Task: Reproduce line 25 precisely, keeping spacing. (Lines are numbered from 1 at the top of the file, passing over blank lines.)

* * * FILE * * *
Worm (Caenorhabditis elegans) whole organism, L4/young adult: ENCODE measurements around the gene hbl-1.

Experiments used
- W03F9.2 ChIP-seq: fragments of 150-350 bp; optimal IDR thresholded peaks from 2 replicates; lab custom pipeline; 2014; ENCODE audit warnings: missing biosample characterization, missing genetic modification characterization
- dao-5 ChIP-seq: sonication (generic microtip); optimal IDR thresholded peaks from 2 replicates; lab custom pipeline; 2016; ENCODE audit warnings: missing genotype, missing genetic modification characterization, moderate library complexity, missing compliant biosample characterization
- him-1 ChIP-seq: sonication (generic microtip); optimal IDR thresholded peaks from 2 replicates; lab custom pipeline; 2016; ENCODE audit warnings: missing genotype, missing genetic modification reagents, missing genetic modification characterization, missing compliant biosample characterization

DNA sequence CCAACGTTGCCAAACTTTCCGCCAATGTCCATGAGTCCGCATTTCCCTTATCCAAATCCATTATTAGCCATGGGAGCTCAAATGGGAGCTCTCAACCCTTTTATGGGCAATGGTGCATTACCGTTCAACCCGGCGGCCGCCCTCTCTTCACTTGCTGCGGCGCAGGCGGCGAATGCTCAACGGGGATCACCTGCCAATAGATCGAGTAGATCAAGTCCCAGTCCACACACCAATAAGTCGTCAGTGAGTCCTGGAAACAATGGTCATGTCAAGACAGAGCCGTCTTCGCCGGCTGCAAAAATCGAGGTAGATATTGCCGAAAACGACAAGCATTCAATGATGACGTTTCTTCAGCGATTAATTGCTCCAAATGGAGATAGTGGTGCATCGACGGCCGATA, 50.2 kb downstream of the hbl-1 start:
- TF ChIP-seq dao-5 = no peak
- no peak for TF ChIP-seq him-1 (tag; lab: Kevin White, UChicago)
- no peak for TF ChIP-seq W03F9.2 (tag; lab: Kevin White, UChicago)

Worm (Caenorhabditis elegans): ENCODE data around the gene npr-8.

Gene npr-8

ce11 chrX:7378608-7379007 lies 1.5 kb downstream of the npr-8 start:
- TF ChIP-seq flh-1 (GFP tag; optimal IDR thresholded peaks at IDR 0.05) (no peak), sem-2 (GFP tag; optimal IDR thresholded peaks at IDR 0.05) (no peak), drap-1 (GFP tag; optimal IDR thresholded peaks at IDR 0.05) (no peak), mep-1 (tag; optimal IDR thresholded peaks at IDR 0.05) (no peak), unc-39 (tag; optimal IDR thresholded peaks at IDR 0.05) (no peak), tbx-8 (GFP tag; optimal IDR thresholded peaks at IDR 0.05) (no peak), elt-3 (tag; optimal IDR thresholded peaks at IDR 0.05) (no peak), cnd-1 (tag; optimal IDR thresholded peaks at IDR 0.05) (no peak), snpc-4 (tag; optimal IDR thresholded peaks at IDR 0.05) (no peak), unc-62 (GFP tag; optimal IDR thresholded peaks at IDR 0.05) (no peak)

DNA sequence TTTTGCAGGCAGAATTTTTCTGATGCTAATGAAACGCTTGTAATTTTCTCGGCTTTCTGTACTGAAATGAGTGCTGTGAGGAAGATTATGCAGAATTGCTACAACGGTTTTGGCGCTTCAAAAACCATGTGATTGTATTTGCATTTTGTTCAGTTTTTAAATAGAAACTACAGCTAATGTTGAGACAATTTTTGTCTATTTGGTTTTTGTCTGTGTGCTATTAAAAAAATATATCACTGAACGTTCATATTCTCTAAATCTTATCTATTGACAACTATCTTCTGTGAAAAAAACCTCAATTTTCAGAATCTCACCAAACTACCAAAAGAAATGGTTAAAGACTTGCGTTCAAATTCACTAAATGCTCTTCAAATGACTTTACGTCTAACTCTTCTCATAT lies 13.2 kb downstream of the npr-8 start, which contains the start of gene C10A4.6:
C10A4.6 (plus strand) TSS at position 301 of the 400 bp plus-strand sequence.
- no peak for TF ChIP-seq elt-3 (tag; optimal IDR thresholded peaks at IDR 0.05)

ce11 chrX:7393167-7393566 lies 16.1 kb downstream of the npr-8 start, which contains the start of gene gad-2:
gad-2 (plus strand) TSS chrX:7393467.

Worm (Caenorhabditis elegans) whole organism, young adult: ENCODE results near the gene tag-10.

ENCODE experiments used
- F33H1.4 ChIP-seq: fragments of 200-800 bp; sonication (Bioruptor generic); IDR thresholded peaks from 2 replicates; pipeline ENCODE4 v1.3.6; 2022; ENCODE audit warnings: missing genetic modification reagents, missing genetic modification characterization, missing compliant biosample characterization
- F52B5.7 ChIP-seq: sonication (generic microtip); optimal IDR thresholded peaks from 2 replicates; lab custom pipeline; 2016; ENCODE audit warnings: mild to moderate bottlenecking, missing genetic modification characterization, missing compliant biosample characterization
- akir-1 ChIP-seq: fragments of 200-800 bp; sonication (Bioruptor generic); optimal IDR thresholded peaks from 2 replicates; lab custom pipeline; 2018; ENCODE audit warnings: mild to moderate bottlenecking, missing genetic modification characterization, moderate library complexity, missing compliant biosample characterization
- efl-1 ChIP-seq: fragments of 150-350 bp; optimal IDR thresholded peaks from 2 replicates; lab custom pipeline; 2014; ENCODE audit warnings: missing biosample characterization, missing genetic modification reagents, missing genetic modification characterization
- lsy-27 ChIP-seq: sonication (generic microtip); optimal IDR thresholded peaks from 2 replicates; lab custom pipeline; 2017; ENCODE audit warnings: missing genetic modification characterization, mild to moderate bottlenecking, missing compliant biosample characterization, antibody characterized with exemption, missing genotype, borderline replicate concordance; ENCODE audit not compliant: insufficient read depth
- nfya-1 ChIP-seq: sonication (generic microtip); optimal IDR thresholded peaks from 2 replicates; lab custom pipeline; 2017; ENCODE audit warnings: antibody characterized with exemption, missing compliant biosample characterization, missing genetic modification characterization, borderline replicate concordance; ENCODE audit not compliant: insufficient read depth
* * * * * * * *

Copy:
- lsy-27 ChIP-seq: sonication (generic microtip); optimal IDR thresholded peaks from 2 replicates; lab custom pipeline; 2017; ENCODE audit warnings: missing genetic modification characterization, mild to moderate bottlenecking, missing compliant biosample characterization, antibody characterized with exemption, missing genotype, borderline replicate concordance; ENCODE audit not compliant: insufficient read depth